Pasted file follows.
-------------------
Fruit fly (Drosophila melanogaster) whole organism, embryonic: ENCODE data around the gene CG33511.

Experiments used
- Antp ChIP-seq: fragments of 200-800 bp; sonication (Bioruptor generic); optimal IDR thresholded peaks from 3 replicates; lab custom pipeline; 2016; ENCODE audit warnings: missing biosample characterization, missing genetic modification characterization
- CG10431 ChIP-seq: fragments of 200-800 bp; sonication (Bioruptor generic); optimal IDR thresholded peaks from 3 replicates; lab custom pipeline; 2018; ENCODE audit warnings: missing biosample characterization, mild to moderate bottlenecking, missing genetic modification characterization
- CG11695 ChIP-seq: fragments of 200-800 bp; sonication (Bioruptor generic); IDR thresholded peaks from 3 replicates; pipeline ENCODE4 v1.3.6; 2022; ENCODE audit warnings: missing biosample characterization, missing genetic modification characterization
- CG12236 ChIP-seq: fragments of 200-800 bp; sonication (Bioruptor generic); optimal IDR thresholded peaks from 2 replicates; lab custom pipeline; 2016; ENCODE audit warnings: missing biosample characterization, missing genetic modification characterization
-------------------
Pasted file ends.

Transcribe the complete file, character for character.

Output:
Fruit fly (Drosophila melanogaster) whole organism, embryonic: ENCODE data around the gene CG33511.

Experiments used
- Antp ChIP-seq: fragments of 200-800 bp; sonication (Bioruptor generic); optimal IDR thresholded peaks from 3 replicates; lab custom pipeline; 2016; ENCODE audit warnings: missing biosample characterization, missing genetic modification characterization
- CG10431 ChIP-seq: fragments of 200-800 bp; sonication (Bioruptor generic); optimal IDR thresholded peaks from 3 replicates; lab custom pipeline; 2018; ENCODE audit warnings: missing biosample characterization, mild to moderate bottlenecking, missing genetic modification characterization
- CG11695 ChIP-seq: fragments of 200-800 bp; sonication (Bioruptor generic); IDR thresholded peaks from 3 replicates; pipeline ENCODE4 v1.3.6; 2022; ENCODE audit warnings: missing biosample characterization, missing genetic modification characterization
- CG12236 ChIP-seq: fragments of 200-800 bp; sonication (Bioruptor generic); optimal IDR thresholded peaks from 2 replicates; lab custom pipeline; 2016; ENCODE audit warnings: missing biosample characterization, missing genetic modification characterization